Fortunately our school board here in SH has just about done away with haupt- and realschule and gymnasium and combined all three. Now all students attend the same classes but are graded depending on their level. Later the students can leave school depending on the certificate they wish to achieve.

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Bolocks! Even though I'm not a fan of the three level system in Germany you can continue school after hauptschule and get your realschule certificate or continue from there and get an abi.

 

Maybe in theory.

 

  • With an Abitur from a Gymnasium, you can get into a universtity directly.
  • I've heard of several cases of people who went to the Realschule but afterwards did whatever was needed to bridge the gap between a Realschule certificate and the Abitur, and were eventually able to go to University.
  • However, starting at the Hauptschule and then going to University is exceedingly rare, if possible at all... We're talking about an enormous gap here.

 

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We have an Klasse 8 Hauptschuler here at home. He will stay at his school until either after class 9 (Hauptschulabschluss) or class 10 (Mittelsomethingorother) and then will have the opportunity to go to the local Berufsschule to take a 3 year Abitur course in order to end up with an Abitur which is OK for entry to higher education, including University although there are some oversubscribed courses/locations that will not be happy with this kind of Abitur.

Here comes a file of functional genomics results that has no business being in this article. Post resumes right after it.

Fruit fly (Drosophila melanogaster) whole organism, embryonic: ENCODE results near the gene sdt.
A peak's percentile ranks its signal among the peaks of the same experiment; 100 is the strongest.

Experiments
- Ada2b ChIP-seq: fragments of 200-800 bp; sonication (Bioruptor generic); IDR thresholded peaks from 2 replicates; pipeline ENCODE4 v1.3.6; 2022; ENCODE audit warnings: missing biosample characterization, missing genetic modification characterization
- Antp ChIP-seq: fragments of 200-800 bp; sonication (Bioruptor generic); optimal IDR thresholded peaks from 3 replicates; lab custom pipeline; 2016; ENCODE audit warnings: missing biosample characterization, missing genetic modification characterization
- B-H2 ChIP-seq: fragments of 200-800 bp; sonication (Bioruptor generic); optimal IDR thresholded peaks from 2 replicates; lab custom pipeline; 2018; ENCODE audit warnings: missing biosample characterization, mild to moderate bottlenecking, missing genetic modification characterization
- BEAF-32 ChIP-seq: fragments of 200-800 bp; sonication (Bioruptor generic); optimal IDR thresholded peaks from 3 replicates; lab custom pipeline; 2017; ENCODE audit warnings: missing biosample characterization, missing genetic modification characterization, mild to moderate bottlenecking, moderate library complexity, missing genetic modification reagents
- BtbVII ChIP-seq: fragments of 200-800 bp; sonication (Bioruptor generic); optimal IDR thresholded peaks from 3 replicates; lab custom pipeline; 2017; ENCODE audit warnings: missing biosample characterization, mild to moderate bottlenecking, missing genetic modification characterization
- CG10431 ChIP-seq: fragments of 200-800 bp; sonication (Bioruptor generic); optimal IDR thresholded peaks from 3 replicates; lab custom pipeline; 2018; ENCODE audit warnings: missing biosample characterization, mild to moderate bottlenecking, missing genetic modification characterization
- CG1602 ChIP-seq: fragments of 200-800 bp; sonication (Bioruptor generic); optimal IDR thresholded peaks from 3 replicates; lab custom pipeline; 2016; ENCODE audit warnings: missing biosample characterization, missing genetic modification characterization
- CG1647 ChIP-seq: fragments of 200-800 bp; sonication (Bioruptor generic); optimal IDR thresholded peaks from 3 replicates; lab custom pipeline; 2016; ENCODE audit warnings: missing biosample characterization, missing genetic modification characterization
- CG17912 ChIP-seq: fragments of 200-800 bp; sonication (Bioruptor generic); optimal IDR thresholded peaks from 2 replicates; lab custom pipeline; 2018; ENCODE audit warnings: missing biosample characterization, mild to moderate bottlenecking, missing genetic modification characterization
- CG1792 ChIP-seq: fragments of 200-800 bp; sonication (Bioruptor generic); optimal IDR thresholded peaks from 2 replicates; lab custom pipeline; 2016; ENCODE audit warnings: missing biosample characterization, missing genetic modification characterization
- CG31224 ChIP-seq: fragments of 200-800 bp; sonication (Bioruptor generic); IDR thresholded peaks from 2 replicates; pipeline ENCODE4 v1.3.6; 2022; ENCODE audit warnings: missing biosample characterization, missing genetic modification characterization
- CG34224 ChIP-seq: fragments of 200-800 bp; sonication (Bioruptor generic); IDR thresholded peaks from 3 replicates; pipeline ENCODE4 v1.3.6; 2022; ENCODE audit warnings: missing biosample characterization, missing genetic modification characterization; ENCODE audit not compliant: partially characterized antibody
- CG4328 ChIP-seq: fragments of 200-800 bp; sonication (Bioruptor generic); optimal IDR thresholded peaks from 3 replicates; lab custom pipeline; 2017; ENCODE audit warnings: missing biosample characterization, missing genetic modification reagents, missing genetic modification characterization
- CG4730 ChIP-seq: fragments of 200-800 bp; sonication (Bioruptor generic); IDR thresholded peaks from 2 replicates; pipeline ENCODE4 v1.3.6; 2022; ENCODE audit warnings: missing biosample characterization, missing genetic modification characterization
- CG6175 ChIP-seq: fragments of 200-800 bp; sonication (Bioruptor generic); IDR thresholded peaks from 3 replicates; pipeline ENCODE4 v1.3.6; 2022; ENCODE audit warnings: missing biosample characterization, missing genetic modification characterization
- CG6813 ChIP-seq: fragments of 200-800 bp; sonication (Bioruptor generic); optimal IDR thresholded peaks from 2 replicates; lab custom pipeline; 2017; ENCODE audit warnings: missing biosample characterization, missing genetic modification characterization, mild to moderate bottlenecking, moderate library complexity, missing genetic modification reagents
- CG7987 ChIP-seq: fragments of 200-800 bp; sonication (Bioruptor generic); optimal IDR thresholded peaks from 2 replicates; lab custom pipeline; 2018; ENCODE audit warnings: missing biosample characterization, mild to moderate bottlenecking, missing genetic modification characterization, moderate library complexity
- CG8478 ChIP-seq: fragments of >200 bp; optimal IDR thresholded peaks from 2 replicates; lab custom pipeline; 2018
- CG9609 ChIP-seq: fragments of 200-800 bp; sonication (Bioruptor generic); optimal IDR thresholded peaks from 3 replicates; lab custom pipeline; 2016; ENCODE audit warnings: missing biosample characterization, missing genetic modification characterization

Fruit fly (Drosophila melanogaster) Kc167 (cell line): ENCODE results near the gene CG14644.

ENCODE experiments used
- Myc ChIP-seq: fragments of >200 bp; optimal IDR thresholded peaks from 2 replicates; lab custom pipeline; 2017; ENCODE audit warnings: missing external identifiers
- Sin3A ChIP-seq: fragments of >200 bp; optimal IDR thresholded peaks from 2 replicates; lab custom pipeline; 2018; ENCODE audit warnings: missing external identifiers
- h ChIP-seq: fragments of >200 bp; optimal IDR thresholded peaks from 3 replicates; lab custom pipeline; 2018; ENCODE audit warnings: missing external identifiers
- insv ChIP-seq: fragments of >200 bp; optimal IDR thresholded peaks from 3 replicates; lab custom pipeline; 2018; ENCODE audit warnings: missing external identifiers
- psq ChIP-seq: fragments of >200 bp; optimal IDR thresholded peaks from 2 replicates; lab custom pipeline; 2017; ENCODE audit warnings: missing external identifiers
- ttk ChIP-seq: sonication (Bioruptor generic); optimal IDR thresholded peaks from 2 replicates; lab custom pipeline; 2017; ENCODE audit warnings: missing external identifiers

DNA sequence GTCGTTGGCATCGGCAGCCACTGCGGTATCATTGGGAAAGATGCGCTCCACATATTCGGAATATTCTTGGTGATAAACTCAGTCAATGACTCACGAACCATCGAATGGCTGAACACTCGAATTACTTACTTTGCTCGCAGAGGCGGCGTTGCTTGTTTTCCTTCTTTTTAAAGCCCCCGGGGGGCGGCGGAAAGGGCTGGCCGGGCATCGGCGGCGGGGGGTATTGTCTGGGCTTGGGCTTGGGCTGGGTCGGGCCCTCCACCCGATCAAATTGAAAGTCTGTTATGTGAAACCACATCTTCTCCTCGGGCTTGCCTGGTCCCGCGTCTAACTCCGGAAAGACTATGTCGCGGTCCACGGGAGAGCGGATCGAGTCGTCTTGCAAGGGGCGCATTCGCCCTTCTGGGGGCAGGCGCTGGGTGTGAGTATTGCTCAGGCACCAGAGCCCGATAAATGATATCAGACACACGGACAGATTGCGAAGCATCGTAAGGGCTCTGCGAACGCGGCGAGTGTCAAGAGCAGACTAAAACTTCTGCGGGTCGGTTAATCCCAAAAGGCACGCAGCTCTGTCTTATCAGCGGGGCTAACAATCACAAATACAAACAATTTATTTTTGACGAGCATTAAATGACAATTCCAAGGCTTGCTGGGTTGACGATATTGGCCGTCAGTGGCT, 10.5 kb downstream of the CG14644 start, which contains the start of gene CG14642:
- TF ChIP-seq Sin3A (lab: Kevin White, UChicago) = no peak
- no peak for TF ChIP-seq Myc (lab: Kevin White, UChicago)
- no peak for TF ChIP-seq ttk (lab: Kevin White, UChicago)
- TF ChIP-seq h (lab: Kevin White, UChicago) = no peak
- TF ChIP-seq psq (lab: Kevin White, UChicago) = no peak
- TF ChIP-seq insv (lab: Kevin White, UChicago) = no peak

So says our school.

 

I would take this with a shovelful of salt if it were not that several sets of parents whom we know from our oldest child have taken their kids out of the Gymnasium to do the longer Abitur, they are teachers, a lawyer, and a well-connected von Posh family, amongst others, and I cannot imagine that all these people who do actually understand the system and how it works (as opposed to our clueless blunderings) would knowingly make a really long term and critical mistake with their kid's lives.

 

There really are many ways to skin a cat in the German system. What presents as monolithic and unchanging is actually extraordinarily flexible.